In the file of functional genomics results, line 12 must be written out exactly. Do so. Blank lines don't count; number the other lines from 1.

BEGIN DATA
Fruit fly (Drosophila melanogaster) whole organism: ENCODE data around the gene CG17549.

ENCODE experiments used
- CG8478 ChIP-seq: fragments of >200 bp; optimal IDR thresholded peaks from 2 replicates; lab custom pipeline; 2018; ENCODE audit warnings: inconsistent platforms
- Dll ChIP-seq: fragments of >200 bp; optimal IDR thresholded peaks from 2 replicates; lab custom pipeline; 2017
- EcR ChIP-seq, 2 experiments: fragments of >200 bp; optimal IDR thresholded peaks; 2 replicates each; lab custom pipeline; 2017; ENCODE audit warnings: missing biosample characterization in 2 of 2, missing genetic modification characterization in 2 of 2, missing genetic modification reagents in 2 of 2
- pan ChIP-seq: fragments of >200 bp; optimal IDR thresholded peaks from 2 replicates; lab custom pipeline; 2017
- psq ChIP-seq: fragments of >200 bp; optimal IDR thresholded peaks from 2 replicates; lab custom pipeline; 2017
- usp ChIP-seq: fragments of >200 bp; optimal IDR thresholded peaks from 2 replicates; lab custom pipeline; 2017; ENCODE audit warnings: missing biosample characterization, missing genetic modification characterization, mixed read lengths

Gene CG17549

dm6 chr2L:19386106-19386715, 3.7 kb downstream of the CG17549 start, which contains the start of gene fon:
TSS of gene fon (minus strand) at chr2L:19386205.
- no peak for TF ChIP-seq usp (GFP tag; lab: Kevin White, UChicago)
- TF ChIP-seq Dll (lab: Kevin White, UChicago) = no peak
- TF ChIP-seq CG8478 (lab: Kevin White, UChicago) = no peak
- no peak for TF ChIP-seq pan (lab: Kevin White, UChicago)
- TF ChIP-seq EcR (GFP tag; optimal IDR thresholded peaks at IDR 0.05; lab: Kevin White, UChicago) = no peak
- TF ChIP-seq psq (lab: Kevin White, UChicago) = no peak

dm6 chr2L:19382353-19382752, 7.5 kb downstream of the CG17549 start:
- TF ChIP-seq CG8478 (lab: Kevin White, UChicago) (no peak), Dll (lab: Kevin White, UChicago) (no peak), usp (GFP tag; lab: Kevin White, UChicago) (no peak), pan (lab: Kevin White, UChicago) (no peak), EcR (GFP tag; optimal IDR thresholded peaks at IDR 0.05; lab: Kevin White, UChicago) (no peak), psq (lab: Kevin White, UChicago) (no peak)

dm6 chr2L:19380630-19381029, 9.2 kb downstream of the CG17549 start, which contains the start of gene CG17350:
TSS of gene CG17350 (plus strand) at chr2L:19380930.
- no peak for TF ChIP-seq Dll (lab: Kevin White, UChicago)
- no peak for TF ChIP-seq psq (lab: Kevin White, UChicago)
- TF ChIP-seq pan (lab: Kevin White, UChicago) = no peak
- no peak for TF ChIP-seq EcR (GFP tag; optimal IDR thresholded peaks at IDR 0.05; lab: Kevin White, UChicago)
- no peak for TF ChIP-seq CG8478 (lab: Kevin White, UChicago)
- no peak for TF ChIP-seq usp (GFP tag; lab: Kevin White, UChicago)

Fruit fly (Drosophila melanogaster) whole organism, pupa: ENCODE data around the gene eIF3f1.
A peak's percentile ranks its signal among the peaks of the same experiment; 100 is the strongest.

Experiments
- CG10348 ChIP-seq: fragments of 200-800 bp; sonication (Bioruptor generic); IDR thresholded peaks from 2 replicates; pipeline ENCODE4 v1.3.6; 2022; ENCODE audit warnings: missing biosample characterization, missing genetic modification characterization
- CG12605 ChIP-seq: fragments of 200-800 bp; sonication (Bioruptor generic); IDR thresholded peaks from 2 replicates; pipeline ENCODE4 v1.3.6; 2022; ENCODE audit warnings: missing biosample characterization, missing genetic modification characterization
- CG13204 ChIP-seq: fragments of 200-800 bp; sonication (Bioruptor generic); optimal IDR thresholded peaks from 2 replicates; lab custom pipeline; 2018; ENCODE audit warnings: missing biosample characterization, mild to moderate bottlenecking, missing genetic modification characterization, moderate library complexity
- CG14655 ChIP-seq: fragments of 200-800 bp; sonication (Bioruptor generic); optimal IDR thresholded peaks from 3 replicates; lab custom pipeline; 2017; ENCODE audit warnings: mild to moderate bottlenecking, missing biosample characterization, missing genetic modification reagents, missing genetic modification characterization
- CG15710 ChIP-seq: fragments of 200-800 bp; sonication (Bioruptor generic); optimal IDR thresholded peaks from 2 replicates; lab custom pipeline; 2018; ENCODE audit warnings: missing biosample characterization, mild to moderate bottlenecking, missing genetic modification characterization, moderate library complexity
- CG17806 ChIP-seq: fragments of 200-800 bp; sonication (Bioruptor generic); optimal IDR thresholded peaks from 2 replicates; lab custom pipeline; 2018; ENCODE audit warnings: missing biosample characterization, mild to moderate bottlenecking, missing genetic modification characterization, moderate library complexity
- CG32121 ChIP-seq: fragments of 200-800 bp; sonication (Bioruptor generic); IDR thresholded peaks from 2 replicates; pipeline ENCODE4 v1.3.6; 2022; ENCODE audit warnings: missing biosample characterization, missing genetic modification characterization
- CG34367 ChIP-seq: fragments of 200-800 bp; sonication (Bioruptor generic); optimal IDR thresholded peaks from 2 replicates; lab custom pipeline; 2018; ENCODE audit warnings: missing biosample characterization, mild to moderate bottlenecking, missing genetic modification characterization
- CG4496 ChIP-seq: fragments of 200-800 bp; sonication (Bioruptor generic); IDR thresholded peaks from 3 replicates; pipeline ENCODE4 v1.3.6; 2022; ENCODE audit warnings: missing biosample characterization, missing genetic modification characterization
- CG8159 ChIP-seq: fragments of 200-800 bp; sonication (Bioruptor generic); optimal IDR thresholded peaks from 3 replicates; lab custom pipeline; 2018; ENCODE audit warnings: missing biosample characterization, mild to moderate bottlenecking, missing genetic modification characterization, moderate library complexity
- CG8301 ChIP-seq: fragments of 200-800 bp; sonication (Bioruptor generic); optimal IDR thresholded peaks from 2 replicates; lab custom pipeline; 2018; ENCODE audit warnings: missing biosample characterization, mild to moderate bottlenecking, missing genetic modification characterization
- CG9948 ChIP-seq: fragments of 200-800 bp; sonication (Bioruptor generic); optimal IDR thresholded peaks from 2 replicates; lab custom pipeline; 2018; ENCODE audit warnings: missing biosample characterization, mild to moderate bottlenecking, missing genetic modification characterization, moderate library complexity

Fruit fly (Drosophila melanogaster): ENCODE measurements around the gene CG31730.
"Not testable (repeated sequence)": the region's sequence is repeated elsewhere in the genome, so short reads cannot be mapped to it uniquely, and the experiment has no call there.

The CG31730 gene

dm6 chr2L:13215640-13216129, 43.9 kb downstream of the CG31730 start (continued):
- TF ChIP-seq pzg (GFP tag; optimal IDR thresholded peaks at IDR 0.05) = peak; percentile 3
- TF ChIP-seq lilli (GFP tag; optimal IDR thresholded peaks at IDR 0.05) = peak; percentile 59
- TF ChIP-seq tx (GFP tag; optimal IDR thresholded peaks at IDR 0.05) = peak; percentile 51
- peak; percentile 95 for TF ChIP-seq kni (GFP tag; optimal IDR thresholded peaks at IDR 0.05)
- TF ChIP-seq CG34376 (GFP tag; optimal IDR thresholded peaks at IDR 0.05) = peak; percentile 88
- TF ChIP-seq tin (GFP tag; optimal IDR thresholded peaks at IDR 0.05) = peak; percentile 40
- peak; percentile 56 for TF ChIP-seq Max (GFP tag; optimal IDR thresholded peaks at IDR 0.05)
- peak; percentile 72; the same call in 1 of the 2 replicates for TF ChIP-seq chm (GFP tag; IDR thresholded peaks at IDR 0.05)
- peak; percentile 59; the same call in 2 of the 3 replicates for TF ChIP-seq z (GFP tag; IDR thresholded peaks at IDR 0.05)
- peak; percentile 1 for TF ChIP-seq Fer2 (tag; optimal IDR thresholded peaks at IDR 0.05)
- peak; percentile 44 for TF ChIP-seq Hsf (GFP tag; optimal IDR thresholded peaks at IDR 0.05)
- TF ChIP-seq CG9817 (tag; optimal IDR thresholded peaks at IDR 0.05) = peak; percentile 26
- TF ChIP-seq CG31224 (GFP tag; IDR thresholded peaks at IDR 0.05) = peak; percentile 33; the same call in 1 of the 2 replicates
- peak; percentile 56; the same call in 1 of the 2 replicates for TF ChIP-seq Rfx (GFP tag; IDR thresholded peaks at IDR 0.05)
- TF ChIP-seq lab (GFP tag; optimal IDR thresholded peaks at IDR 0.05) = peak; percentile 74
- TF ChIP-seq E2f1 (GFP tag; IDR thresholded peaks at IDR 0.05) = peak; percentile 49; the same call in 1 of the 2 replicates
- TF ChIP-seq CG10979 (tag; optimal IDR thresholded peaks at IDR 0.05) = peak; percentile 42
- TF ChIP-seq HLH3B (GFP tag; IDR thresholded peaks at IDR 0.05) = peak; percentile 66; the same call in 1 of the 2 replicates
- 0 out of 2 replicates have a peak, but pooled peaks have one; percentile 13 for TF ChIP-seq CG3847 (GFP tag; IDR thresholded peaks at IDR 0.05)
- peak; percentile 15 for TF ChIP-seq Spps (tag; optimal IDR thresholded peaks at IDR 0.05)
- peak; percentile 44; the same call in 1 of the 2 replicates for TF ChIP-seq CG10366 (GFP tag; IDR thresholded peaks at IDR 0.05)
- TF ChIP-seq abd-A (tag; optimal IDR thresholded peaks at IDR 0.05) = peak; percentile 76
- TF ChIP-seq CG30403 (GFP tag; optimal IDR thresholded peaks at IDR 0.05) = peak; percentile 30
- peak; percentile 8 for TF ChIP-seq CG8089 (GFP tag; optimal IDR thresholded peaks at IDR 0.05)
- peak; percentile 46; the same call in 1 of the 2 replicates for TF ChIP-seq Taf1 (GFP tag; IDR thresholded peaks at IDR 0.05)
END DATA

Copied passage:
- no peak for TF ChIP-seq usp (GFP tag; lab: Kevin White, UChicago)